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C-Suite Lifestyle

Best Plant-Based Fabrics To Choose From

Natural fabrics have a decent road to go in the Global market before the wider population approves them. On the other hand, the enduring changing climate has gotten people to consider healthy options to previously overlooked factors.

The fabric acts as a second skin, so it must be comfortable to wear and free of harmful substances. The buyer is now prepared to make that switch and gradually understands that natural, environmentally productive alternatives are a requirement, not a bargain.

Truly cruelty-free clothing does not have negative consequences for animals, humans, or the ecosystem. The best part is that there is a wide range of environmental sustainability natural plant-based fabrics available.

The fabrics to reach out for when designing your sustainable natural plant-based fabrics clothing are listed down.

  1. Organic Cotton
    Organic crops are grown without using toxic substances and do not harm the environment. It’s been shown to increase soil quality while still conserving water. Like other vegan fabrics, organic cotton is easy to clean, dries quicker, and is smoother to the touching than wool.
  2. Linen (Flax)
    Flaxseeds are certainly much known to you as a vegan. The flax plant’s reed is used to make linen, which is fabric. It has been produced in Europe and Japan for thousands of years which are a very environmentally friendly alternative.
    On the other hand, Chinese linen uses traditional fertilizers and has a greater environmental impact, so look for high-quality European or Japanese linens for the most environmentally friendly alternatives. These choices are also of better quality, which would be important when building a sustainable wardrobe.
  3. Hemp
    Hemp is yet another excellent plant-based fiber that has many environmental advantages. It can be cultivated on marginal soils, so it doesn’t take up valuable farmland that could otherwise be used for food. Hemp is a lovely, soft material that is getting more and more popular.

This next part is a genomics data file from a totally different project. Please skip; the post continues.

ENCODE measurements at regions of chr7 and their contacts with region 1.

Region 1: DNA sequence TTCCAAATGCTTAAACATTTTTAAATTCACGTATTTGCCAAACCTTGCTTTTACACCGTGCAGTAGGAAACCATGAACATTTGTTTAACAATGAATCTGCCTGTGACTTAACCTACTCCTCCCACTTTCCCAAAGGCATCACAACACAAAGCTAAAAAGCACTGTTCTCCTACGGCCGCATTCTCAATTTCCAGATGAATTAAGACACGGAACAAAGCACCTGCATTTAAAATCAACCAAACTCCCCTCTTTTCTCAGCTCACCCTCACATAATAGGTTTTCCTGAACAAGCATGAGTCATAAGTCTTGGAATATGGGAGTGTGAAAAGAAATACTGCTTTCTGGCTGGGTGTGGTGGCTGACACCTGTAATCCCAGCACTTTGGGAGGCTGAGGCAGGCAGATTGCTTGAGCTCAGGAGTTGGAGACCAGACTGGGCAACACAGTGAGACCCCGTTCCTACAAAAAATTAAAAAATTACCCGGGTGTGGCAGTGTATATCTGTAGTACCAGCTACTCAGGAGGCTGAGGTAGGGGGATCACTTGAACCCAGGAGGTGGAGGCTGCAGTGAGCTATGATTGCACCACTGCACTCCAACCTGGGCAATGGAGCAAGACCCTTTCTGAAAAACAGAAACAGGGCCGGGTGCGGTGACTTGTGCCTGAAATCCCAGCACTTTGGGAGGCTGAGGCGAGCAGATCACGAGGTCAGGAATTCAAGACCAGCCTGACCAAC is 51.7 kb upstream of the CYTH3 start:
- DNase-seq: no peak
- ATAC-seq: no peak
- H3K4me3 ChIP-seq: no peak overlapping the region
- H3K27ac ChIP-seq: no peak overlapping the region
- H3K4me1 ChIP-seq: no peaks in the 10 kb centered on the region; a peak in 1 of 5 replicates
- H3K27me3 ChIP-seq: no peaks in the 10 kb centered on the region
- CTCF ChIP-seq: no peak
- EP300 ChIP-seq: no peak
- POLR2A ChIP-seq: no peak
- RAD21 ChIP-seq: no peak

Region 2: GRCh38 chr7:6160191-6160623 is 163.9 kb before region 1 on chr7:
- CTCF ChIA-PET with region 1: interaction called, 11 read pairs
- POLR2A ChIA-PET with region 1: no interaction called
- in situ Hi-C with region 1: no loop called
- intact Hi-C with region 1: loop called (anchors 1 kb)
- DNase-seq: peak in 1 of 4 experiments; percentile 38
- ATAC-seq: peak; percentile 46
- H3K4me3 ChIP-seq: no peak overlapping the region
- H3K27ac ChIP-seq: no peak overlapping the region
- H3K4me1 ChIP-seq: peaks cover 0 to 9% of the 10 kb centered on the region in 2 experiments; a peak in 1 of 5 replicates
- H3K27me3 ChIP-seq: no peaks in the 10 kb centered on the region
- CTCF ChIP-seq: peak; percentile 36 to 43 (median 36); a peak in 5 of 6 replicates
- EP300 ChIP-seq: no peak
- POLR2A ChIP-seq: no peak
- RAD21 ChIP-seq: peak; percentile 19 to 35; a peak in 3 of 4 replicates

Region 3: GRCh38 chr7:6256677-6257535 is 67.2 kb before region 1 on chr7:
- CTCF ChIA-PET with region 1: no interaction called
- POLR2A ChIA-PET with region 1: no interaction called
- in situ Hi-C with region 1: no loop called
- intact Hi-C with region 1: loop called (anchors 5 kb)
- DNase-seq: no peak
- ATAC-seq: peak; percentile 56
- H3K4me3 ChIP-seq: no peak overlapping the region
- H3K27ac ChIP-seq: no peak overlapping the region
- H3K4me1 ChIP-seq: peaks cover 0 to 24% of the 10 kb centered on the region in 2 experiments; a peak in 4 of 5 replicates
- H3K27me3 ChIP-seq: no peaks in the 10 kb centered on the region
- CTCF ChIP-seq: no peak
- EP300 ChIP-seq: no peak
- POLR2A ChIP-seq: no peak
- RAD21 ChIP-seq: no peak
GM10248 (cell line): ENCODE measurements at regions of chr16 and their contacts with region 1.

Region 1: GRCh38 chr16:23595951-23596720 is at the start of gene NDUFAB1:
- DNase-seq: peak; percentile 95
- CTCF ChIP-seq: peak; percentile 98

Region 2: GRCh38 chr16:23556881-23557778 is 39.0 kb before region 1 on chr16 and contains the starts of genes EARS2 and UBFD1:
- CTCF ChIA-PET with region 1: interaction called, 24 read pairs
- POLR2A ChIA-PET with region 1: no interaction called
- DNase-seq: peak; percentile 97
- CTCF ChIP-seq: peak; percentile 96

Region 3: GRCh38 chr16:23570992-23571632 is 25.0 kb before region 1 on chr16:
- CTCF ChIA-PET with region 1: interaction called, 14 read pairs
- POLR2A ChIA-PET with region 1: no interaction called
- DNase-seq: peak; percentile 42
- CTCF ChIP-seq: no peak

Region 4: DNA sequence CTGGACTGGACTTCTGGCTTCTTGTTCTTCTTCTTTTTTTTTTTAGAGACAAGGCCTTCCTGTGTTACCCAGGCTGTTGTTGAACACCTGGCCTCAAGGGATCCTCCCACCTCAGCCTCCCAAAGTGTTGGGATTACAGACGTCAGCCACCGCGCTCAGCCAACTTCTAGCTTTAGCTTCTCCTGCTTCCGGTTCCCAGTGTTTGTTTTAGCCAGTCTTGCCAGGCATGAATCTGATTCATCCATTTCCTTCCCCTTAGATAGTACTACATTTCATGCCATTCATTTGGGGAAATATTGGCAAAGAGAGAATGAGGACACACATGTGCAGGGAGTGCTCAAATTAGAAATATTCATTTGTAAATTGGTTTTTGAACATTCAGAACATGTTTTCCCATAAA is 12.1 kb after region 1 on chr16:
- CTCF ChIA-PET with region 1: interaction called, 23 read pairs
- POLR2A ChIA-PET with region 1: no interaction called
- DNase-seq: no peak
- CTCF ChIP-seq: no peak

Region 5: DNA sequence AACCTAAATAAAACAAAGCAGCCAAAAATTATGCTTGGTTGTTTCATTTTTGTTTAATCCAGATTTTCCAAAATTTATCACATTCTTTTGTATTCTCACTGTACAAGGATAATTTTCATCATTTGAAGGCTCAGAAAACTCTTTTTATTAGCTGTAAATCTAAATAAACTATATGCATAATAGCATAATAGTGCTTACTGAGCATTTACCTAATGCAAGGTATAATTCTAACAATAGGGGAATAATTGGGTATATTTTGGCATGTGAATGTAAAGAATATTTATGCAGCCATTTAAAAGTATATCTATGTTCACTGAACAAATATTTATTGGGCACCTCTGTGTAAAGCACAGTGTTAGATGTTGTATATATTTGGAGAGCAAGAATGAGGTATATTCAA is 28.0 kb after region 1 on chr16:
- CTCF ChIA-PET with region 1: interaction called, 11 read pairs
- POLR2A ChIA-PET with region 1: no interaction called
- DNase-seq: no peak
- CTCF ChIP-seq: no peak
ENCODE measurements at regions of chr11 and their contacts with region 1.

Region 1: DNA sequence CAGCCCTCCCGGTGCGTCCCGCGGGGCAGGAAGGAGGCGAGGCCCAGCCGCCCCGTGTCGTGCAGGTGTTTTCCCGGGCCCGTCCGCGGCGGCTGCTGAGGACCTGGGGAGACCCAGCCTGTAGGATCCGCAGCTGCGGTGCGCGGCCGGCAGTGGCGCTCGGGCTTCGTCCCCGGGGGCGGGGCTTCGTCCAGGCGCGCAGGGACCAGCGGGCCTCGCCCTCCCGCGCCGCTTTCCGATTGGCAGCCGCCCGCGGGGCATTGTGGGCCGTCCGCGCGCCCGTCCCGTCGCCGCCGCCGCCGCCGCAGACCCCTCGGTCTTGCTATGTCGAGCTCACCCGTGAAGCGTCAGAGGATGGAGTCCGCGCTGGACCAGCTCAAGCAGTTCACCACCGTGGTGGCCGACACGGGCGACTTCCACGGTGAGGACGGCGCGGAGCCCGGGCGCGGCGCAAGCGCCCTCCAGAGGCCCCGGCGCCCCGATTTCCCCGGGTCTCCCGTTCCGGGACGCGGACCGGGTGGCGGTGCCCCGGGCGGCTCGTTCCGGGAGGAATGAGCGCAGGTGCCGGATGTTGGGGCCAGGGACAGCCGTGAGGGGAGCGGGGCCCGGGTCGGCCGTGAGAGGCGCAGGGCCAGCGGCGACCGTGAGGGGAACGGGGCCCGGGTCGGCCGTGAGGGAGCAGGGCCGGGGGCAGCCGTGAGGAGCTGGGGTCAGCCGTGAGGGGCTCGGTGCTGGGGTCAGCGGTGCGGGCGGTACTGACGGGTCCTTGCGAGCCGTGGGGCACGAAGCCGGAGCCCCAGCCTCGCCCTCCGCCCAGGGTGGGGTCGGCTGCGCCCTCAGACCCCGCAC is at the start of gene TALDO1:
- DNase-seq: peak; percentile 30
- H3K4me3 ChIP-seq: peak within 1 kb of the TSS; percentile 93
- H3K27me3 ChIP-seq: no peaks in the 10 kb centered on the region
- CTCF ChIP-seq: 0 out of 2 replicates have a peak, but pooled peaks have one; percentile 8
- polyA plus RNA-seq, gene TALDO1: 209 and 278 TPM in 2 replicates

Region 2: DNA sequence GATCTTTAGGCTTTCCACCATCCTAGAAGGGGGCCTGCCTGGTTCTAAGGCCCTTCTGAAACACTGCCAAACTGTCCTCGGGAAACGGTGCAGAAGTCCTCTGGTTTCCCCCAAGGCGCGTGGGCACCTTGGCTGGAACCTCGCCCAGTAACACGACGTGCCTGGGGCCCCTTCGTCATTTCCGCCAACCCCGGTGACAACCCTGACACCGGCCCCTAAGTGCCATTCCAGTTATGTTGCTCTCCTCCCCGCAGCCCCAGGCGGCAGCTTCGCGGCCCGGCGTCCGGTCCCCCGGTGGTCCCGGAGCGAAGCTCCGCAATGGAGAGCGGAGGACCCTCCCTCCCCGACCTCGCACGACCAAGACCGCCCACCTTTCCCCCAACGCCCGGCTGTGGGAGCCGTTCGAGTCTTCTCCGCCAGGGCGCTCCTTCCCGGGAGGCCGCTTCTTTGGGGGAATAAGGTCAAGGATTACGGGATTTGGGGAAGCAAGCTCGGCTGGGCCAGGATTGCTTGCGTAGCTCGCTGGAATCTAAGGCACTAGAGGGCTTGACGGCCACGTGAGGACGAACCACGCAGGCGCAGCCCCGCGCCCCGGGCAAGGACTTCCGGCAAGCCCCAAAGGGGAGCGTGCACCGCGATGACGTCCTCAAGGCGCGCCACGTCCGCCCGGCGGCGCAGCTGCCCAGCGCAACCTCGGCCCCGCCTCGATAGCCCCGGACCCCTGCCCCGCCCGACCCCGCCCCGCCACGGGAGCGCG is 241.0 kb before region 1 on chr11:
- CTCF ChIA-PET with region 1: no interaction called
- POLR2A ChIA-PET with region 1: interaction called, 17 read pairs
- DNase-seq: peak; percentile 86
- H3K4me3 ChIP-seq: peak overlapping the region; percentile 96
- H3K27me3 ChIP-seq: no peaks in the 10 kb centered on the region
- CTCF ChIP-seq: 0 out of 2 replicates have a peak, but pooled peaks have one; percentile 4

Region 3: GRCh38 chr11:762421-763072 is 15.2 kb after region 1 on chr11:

4. Soymilk and Peace Silk
    Soymilk is a silk-like material made from the soy residue leftover from tofu production. However, formaldehyde, a known carcinogen, is used in the manufacturing process.
    This is a viable choice when you’re particularly looking for a silk substitute. Peace Silk is wild-harvested instead of cultivated, and no worms or moths were affected or used in the procedure.
  5. Beech Tree Fiber
    Modal is a type of rayon that is made entirely of sustainable beech tree fiber. Rayon fibers, such as modal, are often categorized as “natural-synthetic” since the lower layer is derived from a natural product. Modal fabric is extremely soft and comfortable, with a mild to a high sheen. It’s the actual “artificial silk,” and it’s smooth, dressed nicely, and colorings well. It does not require ironing and, like wool, returns to its original shape, form, and durability even after multiple cleanings. (Water weakens the structure of wool.) The Signature Modal Tree from the banana republic looks so comfortable that you’d like to wears it everywhere.
  6. Coconut FiberYou’ll be able to purchase cozy and soft clothing made of coconuts shortly. Coconut fiber is used to create a fabric that is identical to rayon, which is traditionally made from trees. Nullarbor is an apt name for the new cloth. It protects wildlife and plants, and it uses the least area of land, water, and resources in its manufacturing. It’s unlikely that the fabrics will smell like coconuts, but if they were, that would have been fantastic.

Plant-based natural fabrics are the way of the future in terms of fashion trends. They’re adaptable and environmentally friendly. So, which ones are going to be your pick this year?

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CEOWORLD magazine - Latest - C-Suite Lifestyle - Best Plant-Based Fabrics To Choose From
Alexandra Dimitropoulou

Alexandra Dimitropoulou

VP and News Editor
Alexandra Dimitropoulou is a VP and News Editor at CEOWORLD magazine, working to build and strengthen the brand’s popular, consumer-friendly content. In addition to running the company’s website, CEOWORLD magazine, which aims to help CEOs, CFOs, CIOs, and other C-level executives get smarter about how they earn, save and spend their money, she also sits on the Board of Directors of the Global Business Policy Institute. She can be reached on email You can follow her on Twitter at @ceoworld.